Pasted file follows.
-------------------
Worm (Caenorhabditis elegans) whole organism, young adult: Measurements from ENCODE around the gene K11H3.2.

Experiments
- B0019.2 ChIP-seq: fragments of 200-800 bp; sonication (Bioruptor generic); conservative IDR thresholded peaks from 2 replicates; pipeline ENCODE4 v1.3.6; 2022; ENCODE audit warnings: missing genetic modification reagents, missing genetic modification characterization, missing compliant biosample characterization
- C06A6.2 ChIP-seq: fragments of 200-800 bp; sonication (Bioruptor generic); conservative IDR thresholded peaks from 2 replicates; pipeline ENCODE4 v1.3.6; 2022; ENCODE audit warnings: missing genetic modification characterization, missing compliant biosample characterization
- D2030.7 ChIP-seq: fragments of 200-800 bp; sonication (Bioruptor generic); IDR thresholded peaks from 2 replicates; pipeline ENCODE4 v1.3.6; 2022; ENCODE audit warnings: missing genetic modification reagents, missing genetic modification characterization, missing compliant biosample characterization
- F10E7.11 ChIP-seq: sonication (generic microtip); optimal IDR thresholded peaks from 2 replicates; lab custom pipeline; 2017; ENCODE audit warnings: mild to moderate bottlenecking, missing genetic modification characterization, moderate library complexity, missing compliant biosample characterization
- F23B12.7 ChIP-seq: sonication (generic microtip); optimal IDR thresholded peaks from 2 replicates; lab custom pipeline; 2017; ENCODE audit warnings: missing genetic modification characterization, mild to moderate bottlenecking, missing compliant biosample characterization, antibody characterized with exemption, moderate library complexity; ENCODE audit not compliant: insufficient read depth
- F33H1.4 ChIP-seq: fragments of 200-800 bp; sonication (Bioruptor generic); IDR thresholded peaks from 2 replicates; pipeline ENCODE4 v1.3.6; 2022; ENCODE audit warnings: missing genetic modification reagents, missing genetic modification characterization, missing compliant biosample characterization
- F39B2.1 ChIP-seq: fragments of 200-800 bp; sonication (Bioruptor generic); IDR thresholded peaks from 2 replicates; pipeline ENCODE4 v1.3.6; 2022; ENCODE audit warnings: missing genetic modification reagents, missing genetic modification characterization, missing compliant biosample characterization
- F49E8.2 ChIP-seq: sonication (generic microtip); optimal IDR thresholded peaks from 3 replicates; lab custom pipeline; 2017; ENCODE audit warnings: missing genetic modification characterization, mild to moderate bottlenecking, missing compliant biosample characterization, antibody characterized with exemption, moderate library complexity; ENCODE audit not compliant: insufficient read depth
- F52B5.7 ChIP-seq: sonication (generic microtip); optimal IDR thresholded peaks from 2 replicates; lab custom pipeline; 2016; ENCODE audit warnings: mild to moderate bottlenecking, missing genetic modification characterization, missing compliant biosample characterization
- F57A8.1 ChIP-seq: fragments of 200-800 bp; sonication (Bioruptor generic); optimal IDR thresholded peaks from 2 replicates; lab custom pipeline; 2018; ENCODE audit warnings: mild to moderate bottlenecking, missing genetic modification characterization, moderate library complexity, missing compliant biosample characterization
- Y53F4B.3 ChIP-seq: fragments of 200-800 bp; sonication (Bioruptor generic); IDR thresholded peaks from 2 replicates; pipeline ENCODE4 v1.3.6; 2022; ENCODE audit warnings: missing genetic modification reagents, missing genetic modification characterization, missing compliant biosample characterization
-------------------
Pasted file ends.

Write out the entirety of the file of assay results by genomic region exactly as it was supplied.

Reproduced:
Worm (Caenorhabditis elegans) whole organism, young adult: Measurements from ENCODE around the gene K11H3.2.

Experiments
- B0019.2 ChIP-seq: fragments of 200-800 bp; sonication (Bioruptor generic); conservative IDR thresholded peaks from 2 replicates; pipeline ENCODE4 v1.3.6; 2022; ENCODE audit warnings: missing genetic modification reagents, missing genetic modification characterization, missing compliant biosample characterization
- C06A6.2 ChIP-seq: fragments of 200-800 bp; sonication (Bioruptor generic); conservative IDR thresholded peaks from 2 replicates; pipeline ENCODE4 v1.3.6; 2022; ENCODE audit warnings: missing genetic modification characterization, missing compliant biosample characterization
- D2030.7 ChIP-seq: fragments of 200-800 bp; sonication (Bioruptor generic); IDR thresholded peaks from 2 replicates; pipeline ENCODE4 v1.3.6; 2022; ENCODE audit warnings: missing genetic modification reagents, missing genetic modification characterization, missing compliant biosample characterization
- F10E7.11 ChIP-seq: sonication (generic microtip); optimal IDR thresholded peaks from 2 replicates; lab custom pipeline; 2017; ENCODE audit warnings: mild to moderate bottlenecking, missing genetic modification characterization, moderate library complexity, missing compliant biosample characterization
- F23B12.7 ChIP-seq: sonication (generic microtip); optimal IDR thresholded peaks from 2 replicates; lab custom pipeline; 2017; ENCODE audit warnings: missing genetic modification characterization, mild to moderate bottlenecking, missing compliant biosample characterization, antibody characterized with exemption, moderate library complexity; ENCODE audit not compliant: insufficient read depth
- F33H1.4 ChIP-seq: fragments of 200-800 bp; sonication (Bioruptor generic); IDR thresholded peaks from 2 replicates; pipeline ENCODE4 v1.3.6; 2022; ENCODE audit warnings: missing genetic modification reagents, missing genetic modification characterization, missing compliant biosample characterization
- F39B2.1 ChIP-seq: fragments of 200-800 bp; sonication (Bioruptor generic); IDR thresholded peaks from 2 replicates; pipeline ENCODE4 v1.3.6; 2022; ENCODE audit warnings: missing genetic modification reagents, missing genetic modification characterization, missing compliant biosample characterization
- F49E8.2 ChIP-seq: sonication (generic microtip); optimal IDR thresholded peaks from 3 replicates; lab custom pipeline; 2017; ENCODE audit warnings: missing genetic modification characterization, mild to moderate bottlenecking, missing compliant biosample characterization, antibody characterized with exemption, moderate library complexity; ENCODE audit not compliant: insufficient read depth
- F52B5.7 ChIP-seq: sonication (generic microtip); optimal IDR thresholded peaks from 2 replicates; lab custom pipeline; 2016; ENCODE audit warnings: mild to moderate bottlenecking, missing genetic modification characterization, missing compliant biosample characterization
- F57A8.1 ChIP-seq: fragments of 200-800 bp; sonication (Bioruptor generic); optimal IDR thresholded peaks from 2 replicates; lab custom pipeline; 2018; ENCODE audit warnings: mild to moderate bottlenecking, missing genetic modification characterization, moderate library complexity, missing compliant biosample characterization
- Y53F4B.3 ChIP-seq: fragments of 200-800 bp; sonication (Bioruptor generic); IDR thresholded peaks from 2 replicates; pipeline ENCODE4 v1.3.6; 2022; ENCODE audit warnings: missing genetic modification reagents, missing genetic modification characterization, missing compliant biosample characterization